- Poster presentation
- Open Access
Outcomes reported in trials of methods for the induction of labour
© Medley et al; licensee BioMed Central Ltd. 2015
Published: 29 May 2015
Labour inductions have increased steadily over the past two decades, with overall rates in many countries now exceeding 20% of all births. We have conducted a systematic review, network meta-analysis and cost-effectiveness analysis to determine which treatments for induction perform best on pre-specified safety and efficacy outcomes. This poster reports analysis of the outcomes reported in trials.
We searched the Cochrane Pregnancy and Childbirth Group Database of Trials, populated by a generic search strategy identifying all pregnancy and postpartum trials recorded in CENTRAL, MEDLINE, EMBASE, NHS EED and CINAHL.
Randomised trials of all induction methods used in women at or near term (37 weeks) were included. Treatments included placebo, no treatment, prostaglandins, mechanical methods and alternative therapies. Data were extracted for seven pre-specified outcomes: vaginal delivery not achieved within 24 hours, uterine hyperstimulation with fetal heart rate (FHR) changes, caesarean section, serious neonatal morbidity or perinatal death, serious maternal morbidity or death, maternal satisfaction, and costs. Consumer representatives requested the additional outcome of instrumental delivery. The outcomes of interval to delivery, NICU admission and Apgar score were also added to inform clinical safety. Data on important effect modifiers (parity, previous CS, Bishop score, membrane status, multiple pregnancy, inpatient/outpatient) were also extracted.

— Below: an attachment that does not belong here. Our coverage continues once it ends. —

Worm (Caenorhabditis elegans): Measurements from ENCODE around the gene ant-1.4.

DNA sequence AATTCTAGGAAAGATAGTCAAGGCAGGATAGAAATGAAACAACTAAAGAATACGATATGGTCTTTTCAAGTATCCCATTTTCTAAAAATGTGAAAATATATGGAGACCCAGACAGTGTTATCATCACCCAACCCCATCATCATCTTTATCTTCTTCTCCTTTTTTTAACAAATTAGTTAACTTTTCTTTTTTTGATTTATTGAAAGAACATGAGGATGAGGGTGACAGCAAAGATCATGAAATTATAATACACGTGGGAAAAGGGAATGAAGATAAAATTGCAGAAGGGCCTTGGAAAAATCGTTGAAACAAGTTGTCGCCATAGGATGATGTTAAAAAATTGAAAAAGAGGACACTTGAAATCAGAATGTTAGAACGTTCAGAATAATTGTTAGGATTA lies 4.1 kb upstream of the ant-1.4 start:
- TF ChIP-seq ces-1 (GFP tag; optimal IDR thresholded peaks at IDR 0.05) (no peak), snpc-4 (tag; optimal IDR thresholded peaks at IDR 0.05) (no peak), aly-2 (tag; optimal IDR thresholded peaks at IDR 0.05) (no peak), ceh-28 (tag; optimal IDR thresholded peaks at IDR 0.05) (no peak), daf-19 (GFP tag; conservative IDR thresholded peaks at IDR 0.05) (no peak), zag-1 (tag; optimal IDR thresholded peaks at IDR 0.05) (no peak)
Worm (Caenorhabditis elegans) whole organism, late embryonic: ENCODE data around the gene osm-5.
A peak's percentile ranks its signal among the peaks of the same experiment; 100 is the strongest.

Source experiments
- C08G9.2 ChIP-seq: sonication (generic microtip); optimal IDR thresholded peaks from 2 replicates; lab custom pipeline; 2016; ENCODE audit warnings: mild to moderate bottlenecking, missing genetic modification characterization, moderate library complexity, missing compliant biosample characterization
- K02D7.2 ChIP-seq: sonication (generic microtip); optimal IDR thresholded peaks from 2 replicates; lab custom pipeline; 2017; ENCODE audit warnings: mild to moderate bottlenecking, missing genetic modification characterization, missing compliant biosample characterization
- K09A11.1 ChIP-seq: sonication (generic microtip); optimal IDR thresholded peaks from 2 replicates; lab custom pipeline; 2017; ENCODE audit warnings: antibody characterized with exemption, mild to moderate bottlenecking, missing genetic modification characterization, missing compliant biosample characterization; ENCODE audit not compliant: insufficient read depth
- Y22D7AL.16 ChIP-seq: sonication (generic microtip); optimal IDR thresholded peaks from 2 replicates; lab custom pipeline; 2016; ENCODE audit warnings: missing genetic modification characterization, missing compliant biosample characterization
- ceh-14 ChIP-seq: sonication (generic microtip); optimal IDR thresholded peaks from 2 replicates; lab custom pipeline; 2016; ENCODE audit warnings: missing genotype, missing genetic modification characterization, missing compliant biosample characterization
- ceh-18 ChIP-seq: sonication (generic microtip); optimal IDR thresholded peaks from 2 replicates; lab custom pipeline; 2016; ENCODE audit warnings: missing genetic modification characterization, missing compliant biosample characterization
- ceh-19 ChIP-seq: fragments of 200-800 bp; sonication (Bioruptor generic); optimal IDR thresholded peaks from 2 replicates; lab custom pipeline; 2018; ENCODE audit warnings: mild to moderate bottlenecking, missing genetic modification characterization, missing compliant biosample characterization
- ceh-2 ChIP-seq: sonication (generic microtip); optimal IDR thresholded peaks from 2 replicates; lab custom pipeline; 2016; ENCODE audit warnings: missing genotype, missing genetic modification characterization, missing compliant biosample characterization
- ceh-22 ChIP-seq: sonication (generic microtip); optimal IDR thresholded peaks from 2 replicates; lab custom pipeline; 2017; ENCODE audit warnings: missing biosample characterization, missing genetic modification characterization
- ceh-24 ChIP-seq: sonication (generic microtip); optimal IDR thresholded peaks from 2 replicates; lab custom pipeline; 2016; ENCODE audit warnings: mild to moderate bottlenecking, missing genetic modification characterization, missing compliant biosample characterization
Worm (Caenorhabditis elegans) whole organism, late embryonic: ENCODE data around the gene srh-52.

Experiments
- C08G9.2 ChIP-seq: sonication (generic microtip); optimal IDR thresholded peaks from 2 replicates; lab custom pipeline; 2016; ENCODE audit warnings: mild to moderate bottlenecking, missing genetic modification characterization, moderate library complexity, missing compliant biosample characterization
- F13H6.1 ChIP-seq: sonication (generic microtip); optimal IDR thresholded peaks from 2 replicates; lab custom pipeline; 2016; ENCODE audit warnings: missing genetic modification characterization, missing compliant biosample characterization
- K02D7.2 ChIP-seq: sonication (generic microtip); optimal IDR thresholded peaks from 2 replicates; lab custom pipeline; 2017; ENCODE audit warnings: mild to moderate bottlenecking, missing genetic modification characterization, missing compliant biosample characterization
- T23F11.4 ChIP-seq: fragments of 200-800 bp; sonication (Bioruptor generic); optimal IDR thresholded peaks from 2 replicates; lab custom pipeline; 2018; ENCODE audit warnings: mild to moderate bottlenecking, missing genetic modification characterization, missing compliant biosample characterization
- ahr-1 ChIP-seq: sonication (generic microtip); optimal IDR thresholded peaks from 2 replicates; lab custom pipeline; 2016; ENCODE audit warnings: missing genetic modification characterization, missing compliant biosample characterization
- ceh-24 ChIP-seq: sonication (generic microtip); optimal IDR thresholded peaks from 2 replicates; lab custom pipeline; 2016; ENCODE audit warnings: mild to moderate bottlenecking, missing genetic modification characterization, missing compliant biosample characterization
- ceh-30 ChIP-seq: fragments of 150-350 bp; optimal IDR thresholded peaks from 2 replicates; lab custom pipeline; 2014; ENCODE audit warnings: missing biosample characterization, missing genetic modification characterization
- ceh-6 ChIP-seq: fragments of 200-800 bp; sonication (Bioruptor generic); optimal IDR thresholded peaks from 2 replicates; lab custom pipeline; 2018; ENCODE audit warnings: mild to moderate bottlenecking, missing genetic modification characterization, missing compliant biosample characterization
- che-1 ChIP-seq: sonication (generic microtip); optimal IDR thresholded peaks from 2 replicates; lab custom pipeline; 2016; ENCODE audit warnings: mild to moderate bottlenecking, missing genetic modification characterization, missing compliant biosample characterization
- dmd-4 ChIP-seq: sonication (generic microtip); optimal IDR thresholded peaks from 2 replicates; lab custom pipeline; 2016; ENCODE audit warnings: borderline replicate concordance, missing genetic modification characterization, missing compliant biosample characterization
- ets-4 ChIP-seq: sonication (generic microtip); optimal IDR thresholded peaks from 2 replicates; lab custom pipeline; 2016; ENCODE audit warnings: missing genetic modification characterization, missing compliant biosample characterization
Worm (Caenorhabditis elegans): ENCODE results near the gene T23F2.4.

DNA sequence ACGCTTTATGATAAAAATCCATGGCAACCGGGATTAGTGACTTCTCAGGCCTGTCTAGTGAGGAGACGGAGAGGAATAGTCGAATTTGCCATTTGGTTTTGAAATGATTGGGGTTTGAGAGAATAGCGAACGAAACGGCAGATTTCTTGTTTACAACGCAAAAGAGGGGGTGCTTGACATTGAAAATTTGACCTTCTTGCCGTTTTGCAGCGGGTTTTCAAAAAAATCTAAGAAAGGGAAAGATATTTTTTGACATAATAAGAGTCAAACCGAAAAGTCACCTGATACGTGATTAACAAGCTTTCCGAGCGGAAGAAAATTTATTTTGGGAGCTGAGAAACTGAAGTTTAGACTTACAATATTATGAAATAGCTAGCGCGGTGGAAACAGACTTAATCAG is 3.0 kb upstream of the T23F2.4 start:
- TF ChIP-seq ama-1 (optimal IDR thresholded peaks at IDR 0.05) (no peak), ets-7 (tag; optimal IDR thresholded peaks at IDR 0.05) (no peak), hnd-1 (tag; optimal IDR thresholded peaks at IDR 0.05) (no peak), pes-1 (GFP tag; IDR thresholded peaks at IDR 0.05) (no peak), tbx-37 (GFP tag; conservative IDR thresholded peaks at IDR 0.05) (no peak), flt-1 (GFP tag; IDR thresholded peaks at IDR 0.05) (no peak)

Results of the outcomes analysis
Apart from near universal reporting of caesarean section, three outcomes of hyperstimulation, Apgar < 7 at 5 minutes and instrumental delivery were reported in almost half of the review’s included studies. Just 5% of trials reported maternal satisfaction, and only 10% of trials reported costs. 23% of trials reported efficacy as measured in vaginal delivery within 24 hours. Equally surprising was the lack of safety data. 21% of trials reported neonatal death, and just 12% of trials reported serious maternal morbidity or death. 36% of trials reported NICU admission. Efficacy as measured in interval-to-delivery was reported in 55% of a subset of our included trials, but intervals were so variously defined that work is ongoing.
There is little consensus on the most important outcomes for induction of labour trials. The next step to improve the reporting of efficacy and safety outcomes in induction of labour trials surely must be the agreement of a core outcome set. This process must include input from both clinicians and women. Once essential outcomes are agreed, standard measures must also be decided. Even for frequently reported outcomes the diversity of measures makes evidence synthesis extremely difficult.
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